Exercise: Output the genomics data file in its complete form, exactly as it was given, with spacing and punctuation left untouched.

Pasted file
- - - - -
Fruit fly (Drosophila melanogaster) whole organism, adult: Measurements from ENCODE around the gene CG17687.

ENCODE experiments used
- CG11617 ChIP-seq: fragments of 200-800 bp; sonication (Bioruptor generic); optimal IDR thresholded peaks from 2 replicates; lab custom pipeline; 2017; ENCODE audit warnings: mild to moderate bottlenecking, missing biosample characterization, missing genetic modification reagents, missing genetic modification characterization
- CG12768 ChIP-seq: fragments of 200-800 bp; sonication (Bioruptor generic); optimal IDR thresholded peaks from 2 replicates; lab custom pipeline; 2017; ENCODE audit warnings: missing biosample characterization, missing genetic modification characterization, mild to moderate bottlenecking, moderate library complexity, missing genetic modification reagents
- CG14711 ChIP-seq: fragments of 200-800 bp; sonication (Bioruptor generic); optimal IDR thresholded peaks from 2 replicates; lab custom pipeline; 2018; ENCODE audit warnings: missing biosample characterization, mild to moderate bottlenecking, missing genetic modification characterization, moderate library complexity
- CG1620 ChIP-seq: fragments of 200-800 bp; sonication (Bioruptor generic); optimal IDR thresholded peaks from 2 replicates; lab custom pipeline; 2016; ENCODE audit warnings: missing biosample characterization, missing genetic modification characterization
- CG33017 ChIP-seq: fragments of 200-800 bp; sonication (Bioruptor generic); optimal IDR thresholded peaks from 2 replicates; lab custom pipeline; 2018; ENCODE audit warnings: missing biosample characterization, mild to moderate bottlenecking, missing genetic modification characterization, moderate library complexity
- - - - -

Fruit fly (Drosophila melanogaster) whole organism, adult: Measurements from ENCODE around the gene CG17687.

ENCODE experiments used
- CG11617 ChIP-seq: fragments of 200-800 bp; sonication (Bioruptor generic); optimal IDR thresholded peaks from 2 replicates; lab custom pipeline; 2017; ENCODE audit warnings: mild to moderate bottlenecking, missing biosample characterization, missing genetic modification reagents, missing genetic modification characterization
- CG12768 ChIP-seq: fragments of 200-800 bp; sonication (Bioruptor generic); optimal IDR thresholded peaks from 2 replicates; lab custom pipeline; 2017; ENCODE audit warnings: missing biosample characterization, missing genetic modification characterization, mild to moderate bottlenecking, moderate library complexity, missing genetic modification reagents
- CG14711 ChIP-seq: fragments of 200-800 bp; sonication (Bioruptor generic); optimal IDR thresholded peaks from 2 replicates; lab custom pipeline; 2018; ENCODE audit warnings: missing biosample characterization, mild to moderate bottlenecking, missing genetic modification characterization, moderate library complexity
- CG1620 ChIP-seq: fragments of 200-800 bp; sonication (Bioruptor generic); optimal IDR thresholded peaks from 2 replicates; lab custom pipeline; 2016; ENCODE audit warnings: missing biosample characterization, missing genetic modification characterization
- CG33017 ChIP-seq: fragments of 200-800 bp; sonication (Bioruptor generic); optimal IDR thresholded peaks from 2 replicates; lab custom pipeline; 2018; ENCODE audit warnings: missing biosample characterization, mild to moderate bottlenecking, missing genetic modification characterization, moderate library complexity